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The Women of D: Emily Vogel

By March 28, 2021August 26th, 2022No Comments

The Women of D: Mrs. Emily Vogel


During the month of March, we are taking time to highlight several of our esteemed colleagues and reflect on all they do to ensure that De La Salle is a safe, vibrant, and wonderful institution of learning. The Women of D are a vital part of our community. We are grateful for your contributions.


Meet Mrs. Emily Vogel

She is the Director of Campus Ministry. She has been at De La Salle since 2007. She facilitates programming for our Lasallian mission – retreats, Liturgy, service projects, social justice initiatives, Peer Ministry, Lasallian Youth, immersion trips, etc. She also teaches Honors Theology for Seniors.


Background and Journey to De La Salle

“I was an active Lasallian Youth member at my Lasallian high school in Kansas City, MO,” says Emily. “One of my most profound experiences in Lasallian Youth was at a regional summer gathering at Lewis University. We did some service in Chicago and a seed was planted. After college I joined the Lasallian Volunteer ( program which provided a number of experiences that eventually led me to De La Salle.”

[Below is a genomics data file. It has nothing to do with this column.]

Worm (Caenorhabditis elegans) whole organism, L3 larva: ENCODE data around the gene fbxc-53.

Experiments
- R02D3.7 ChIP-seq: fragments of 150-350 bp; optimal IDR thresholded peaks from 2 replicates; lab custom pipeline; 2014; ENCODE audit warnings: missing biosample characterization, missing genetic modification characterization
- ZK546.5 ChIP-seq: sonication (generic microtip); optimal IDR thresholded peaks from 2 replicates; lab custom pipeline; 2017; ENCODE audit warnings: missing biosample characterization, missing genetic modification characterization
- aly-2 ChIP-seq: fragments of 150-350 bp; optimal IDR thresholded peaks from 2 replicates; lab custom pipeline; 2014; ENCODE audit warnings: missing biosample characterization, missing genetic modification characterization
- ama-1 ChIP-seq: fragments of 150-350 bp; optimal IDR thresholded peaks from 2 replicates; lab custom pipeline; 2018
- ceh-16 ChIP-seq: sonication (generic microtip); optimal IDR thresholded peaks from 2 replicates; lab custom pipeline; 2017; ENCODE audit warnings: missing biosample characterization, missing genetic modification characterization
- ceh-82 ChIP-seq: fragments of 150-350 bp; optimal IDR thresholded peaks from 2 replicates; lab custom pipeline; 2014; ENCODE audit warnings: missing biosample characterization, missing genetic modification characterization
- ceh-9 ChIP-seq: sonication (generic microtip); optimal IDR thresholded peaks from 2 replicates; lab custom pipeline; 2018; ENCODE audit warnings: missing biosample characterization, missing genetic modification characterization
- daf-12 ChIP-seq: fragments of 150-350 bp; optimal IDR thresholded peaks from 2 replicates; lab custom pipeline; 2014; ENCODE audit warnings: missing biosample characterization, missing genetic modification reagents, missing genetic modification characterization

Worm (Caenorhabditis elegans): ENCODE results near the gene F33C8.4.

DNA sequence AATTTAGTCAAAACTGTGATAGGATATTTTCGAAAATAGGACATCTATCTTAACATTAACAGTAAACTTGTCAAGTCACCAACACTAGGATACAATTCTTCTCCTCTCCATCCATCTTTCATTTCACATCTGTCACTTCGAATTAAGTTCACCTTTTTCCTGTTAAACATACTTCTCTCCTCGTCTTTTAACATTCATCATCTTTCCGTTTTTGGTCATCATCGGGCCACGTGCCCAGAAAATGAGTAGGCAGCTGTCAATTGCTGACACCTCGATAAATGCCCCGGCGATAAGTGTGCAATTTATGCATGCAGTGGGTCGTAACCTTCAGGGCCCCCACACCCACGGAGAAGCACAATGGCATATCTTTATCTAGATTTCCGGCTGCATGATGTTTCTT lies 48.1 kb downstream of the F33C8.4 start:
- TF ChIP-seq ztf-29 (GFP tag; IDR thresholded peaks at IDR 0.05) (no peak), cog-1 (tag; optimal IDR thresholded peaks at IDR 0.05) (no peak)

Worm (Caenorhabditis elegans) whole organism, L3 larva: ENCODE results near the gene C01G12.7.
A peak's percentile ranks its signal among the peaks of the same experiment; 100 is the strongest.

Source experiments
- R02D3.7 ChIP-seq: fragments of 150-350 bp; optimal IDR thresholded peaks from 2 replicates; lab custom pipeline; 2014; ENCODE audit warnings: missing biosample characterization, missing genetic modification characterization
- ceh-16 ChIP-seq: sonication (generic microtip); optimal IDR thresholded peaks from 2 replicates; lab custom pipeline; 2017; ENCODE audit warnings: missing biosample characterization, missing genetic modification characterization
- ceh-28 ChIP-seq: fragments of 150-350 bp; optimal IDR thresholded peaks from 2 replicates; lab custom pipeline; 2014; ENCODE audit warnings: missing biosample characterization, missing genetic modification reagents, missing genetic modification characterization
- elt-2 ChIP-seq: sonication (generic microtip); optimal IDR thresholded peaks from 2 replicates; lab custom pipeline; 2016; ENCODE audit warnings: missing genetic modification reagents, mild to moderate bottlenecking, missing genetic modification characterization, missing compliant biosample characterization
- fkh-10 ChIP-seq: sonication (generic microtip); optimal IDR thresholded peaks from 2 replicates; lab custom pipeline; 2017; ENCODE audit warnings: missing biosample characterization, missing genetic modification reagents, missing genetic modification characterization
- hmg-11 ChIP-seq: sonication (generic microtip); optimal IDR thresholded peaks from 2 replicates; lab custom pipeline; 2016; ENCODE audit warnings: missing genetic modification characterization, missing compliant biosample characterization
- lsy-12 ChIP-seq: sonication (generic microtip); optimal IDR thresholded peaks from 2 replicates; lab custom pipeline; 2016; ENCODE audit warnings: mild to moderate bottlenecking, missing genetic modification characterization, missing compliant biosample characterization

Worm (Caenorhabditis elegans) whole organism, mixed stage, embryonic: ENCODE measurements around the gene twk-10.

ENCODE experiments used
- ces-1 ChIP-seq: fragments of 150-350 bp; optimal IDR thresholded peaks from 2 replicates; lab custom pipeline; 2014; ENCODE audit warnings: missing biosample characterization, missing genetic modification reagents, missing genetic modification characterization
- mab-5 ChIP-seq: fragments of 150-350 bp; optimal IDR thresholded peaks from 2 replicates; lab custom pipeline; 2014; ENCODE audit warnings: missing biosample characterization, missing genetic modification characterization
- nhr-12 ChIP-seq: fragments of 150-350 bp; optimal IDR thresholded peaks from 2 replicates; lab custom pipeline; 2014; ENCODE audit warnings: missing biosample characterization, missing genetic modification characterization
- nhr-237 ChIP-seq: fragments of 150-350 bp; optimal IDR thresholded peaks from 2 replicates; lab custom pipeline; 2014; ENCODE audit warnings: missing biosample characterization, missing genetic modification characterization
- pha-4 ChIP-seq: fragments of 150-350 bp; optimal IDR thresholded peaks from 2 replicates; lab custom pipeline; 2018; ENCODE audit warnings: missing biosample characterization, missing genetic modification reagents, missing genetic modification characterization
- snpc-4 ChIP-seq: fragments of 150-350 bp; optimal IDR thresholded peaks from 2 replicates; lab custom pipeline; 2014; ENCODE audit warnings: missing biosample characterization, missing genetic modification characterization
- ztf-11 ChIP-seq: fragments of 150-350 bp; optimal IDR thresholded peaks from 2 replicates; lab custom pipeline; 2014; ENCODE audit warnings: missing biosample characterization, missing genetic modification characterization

What inspires you about De La Salle?

Mrs. Vogel has always admired the storied history of De La Salle. She goes on to say “that is rich in faith, service, community, and social justice. I love working in a school community which has always been intentional about providing a quality education to a diverse population of students.” Additionally, she confirms that some of her best friends are people that I get to work with each day, and they truly have become her family. “I’ve always found Meteors to be kind, authentic, generous, and a lot of fun. Working at DLS makes me feel that I am a part of a movement that is creating a more just and caring society.”


What Woman has been an inspiration to you?

“I think my first female hero (outside of my family) was Dorothy Day. I first learned about her when I was in high school and studied her some more in college. She led a life of faith and service, yet was criticized heavily for being “radical.” She had a strong and articulate voice, and always had the actions to back up her words. When I need courage in the face of injustice, I always think of women like Dorothy Day.”

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